And second, when the ButlerBot valides the command as valid, it adds a green checkmark sticker to it.

Should you have a typo in your command sequence, or there’s some other problem, the command card gets an orange warning sticker instead of a green checkmark sticker.

… with the Power-Up

The Butler Power-Up works a little different, but behind the scenes it does the same.

If you don’t like the idea of having an extra list in your boards (Butler list) and typing commands into a card, the Butler Power-Up is your tool to go.

If you are unfamiliar with what Power-Up’s are in Trello, they are like little feature add-ons that help you do certain things in a board or connect with 3rd party tools and do things that these tools do. With a free account in Trello, you can enable one Power-Up for free in each board. As a Trello Gold user, you can use up to three Power-Ups in each board.

The Butler Power-Up is currently a bit behind of what the ButlerBot is able to perform, but if you are just getting started that might not matter much for you.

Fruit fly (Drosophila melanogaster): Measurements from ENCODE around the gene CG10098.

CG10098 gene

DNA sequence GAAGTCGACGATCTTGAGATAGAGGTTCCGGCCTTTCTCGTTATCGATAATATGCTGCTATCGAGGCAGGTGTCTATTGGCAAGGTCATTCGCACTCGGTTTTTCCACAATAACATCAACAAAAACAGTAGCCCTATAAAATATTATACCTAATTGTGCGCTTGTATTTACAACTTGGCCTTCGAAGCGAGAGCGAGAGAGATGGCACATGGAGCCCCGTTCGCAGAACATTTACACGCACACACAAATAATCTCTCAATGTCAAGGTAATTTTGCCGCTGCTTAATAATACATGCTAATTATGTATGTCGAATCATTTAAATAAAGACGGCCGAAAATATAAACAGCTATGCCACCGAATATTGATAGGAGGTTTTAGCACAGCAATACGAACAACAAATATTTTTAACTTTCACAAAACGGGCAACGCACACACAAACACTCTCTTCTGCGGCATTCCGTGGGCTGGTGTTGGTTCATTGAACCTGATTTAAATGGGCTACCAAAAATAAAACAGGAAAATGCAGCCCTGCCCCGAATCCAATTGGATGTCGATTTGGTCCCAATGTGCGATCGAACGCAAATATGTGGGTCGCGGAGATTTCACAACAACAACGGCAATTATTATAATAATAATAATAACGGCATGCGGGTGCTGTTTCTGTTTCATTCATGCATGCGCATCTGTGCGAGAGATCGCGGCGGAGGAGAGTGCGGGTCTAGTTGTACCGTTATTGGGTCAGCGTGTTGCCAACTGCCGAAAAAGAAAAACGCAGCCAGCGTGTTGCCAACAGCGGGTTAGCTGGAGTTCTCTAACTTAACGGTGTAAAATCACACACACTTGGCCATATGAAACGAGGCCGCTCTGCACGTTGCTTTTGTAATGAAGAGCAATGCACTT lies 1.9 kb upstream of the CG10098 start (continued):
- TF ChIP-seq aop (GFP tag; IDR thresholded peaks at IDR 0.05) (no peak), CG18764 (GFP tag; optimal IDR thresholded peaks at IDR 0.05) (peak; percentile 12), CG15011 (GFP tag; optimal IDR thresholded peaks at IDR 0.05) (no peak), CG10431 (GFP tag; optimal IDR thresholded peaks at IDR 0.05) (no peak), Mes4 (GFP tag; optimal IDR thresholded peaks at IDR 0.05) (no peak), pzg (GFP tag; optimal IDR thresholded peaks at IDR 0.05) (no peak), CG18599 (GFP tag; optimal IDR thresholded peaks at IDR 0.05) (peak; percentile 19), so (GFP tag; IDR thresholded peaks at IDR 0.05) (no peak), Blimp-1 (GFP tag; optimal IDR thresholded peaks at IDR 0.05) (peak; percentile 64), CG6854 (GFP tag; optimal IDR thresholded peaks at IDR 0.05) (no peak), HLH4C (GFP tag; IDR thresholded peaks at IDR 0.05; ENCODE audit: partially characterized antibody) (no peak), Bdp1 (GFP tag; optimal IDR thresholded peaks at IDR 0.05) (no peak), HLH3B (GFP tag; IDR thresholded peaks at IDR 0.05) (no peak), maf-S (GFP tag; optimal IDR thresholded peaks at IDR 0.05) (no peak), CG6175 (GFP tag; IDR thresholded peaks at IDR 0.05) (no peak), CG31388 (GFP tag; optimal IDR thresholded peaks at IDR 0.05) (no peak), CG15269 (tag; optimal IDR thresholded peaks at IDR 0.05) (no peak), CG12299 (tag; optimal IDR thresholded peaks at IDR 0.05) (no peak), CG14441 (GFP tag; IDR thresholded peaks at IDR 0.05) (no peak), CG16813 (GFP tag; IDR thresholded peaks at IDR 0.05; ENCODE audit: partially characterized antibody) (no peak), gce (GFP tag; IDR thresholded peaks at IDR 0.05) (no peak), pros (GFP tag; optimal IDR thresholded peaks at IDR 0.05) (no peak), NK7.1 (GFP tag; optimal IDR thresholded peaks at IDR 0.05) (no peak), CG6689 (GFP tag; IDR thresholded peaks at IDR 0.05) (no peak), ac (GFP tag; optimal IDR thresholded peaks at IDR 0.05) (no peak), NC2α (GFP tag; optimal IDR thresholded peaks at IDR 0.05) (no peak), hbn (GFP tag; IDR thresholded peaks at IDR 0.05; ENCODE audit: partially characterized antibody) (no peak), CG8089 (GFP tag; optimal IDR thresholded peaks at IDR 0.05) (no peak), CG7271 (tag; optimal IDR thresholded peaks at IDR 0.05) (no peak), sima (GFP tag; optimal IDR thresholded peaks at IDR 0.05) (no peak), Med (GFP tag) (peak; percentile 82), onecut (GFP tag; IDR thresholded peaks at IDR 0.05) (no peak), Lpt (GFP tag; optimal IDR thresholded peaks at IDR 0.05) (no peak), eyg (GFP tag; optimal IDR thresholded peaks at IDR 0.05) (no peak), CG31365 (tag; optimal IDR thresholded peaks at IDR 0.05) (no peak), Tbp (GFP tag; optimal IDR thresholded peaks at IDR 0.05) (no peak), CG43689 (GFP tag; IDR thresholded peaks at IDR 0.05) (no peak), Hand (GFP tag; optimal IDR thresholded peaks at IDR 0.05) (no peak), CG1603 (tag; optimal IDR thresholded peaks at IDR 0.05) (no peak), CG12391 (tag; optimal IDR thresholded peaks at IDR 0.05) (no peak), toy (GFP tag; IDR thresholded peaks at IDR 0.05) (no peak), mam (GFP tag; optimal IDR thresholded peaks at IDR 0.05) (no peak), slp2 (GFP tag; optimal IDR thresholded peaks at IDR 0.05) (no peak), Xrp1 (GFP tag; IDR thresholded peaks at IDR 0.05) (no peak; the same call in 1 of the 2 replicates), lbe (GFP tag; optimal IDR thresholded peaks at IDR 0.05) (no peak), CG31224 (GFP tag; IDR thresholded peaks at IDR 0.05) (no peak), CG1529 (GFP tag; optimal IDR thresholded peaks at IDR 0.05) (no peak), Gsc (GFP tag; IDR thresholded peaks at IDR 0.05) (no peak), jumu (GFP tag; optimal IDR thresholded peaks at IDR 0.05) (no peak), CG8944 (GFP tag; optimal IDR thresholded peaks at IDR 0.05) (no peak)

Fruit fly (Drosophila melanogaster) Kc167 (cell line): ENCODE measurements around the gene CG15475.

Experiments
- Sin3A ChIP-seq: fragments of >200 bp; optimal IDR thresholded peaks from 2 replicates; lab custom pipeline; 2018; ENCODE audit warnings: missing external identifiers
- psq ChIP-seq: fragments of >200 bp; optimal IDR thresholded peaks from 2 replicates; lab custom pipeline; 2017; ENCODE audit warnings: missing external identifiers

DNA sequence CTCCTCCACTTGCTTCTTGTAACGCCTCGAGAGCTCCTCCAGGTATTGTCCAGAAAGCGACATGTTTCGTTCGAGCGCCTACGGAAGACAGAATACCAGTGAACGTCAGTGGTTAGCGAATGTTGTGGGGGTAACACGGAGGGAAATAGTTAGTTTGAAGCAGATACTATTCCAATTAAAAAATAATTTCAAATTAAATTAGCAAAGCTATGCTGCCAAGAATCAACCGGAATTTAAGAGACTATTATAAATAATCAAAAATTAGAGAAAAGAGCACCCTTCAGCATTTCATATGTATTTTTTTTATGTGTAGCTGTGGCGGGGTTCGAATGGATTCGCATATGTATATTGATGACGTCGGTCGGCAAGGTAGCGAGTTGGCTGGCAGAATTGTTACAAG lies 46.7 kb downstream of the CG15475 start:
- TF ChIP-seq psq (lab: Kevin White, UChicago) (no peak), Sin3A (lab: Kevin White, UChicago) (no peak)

What I feel many people will love about using this Power-Up, that you can create card buttons and board buttons, and place some commands behind these buttons. Meaning, whenever you press either a card button or a board button, a pre-determined sequence of actions is executed.

As an example, let’s say you have a board button that runs your housekeeping chores. That could include actions like archiving all cards in list “Done”, or removing labels, stickers, members from completed tasks. Any task that would help you to clean up your Trello board from outdated cards can be included in such a “Clean-Up” Board Button. Then, every Friday afternoon (or whenever your work week ends), you could press that button, and voila!, - your board gets cleaned up from old clutter. - How does that sound?